Barbara Kruger Wraps Me in Vinyl
Barbara Kruger’s Belief+Doubt at the Hirshhorn Museum
I was first introduced to Barbara Kruger as an intern at Women Make Movies back in the go-go 80s. I had to doctor a postcard for a film on Frances Farmer called Committed — a postcard that used Kruger’s now iconic type-on-top-of-black-and-white photo artwork. (She started out as a designer for Mademoiselle magazine.) I roughly glued the showtime for the film premiere onto the already printed card—I did manage to match the Futura typeface—and took it to Kinkos to be copied. My pasteup addition was crappy, but I got away with it because no one noticed. All eyes were on Kruger’s art.
Fast forward 3o years and I finally get to see one of Kruger’s installations, Belief+Doubt at the Hirshhorn Museum. Kruger confronts consumerism, clichés and pop culture.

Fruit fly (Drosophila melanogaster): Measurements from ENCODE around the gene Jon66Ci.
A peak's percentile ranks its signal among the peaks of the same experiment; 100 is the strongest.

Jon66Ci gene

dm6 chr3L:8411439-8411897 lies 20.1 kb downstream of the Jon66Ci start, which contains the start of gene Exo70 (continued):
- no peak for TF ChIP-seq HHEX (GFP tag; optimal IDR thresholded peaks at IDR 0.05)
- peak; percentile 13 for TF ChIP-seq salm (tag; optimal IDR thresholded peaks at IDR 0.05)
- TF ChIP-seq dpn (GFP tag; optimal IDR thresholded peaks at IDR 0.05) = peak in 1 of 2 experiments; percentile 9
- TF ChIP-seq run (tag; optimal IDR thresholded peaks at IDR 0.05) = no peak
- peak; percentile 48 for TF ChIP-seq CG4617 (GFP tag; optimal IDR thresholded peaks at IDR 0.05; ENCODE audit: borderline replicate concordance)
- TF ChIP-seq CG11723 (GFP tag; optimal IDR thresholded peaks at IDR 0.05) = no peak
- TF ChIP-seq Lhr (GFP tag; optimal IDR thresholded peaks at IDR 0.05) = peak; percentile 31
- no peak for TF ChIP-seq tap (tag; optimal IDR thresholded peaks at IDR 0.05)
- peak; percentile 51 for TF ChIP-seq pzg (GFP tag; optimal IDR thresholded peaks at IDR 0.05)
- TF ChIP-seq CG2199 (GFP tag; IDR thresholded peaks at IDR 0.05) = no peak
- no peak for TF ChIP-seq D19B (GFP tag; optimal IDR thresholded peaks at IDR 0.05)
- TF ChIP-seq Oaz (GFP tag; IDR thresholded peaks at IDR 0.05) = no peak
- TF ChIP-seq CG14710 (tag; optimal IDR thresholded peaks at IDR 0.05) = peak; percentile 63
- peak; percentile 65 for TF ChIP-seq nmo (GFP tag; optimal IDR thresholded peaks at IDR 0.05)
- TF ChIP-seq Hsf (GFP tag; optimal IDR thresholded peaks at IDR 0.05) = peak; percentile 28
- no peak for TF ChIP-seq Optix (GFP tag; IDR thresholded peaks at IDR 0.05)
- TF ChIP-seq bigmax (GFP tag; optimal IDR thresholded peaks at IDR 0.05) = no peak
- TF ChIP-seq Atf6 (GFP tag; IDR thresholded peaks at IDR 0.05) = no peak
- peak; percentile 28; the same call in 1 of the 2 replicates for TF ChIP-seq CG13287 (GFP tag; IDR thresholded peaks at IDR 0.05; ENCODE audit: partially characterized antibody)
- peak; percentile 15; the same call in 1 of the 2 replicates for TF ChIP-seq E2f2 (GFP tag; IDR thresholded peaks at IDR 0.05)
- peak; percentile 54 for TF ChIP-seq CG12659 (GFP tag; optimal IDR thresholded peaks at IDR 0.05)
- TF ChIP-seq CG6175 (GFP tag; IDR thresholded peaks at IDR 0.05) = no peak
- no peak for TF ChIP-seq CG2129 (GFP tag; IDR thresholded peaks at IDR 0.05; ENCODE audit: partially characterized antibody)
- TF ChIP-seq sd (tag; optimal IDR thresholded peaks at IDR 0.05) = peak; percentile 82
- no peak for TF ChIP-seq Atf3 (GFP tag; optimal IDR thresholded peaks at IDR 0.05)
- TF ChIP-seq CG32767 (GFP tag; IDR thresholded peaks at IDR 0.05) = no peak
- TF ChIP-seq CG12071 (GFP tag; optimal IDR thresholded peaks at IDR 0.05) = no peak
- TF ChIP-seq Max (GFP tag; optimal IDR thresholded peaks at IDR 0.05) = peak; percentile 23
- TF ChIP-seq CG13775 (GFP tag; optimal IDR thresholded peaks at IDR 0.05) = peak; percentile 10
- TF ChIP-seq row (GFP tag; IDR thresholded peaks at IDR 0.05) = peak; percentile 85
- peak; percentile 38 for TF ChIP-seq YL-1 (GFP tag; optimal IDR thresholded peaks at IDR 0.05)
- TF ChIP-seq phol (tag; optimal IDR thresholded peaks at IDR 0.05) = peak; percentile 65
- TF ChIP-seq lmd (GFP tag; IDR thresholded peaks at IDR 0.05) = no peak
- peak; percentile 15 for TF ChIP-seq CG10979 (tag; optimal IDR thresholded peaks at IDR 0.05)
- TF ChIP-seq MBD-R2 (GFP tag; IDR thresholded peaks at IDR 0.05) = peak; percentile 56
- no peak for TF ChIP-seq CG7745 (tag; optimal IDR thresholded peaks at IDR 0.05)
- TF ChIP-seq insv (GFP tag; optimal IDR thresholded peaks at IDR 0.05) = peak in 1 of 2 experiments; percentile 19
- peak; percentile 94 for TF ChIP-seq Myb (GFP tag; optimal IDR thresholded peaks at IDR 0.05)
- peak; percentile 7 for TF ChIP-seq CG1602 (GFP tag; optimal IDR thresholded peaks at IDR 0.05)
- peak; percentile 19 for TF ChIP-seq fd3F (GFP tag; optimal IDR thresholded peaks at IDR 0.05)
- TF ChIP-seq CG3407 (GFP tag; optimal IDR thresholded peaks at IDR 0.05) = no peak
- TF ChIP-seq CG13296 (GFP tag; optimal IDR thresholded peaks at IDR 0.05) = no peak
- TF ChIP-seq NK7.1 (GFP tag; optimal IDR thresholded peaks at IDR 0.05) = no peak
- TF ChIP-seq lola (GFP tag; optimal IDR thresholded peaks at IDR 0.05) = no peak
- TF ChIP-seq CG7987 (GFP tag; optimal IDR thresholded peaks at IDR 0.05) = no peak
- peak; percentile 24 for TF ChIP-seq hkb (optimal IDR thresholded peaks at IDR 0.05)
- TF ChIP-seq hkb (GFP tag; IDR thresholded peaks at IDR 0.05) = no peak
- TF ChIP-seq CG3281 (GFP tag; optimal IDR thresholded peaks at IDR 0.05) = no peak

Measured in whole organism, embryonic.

Large vinyl type surrounds you, above and below. Walk on it-you’re allowed! Check out the precision.
The phrases are questioning, accusatory and funny. Some favorite past statements are here. I can relate.
And others which were new to me. (The blue glow is from Dan Flavin’s installation.)
Everyone who entered the installation craned their necks to read everything, took tons of photos and exited, appropriately, through the gift shop.
That’s nice. Sooo, should I go? Yes. Immersing yourself in this installation is, dare I say it, fun. The scale, the humor, the cynicism, the sheer graphic nature. She is one of the foremost conceptual artists of today and extremely accessible. But if she doesn’t strike your fancy (and what’s wrong with you? Even my avid-sports-watching-top-4o-listening brother liked it!), escalate on upstairs. The Hirshhorn has an extensive contemporary collection—you should find something you like.
I’m smitten. Tell me more. Here’s a short installation video.
Location 700 Independence Ave SW, Washington, DC 20560. On the National Mall.
Cost Free always.
Tip No museum cafe (lost revenue opportunity), but plenty of food trucks outside if you like that sort of thing.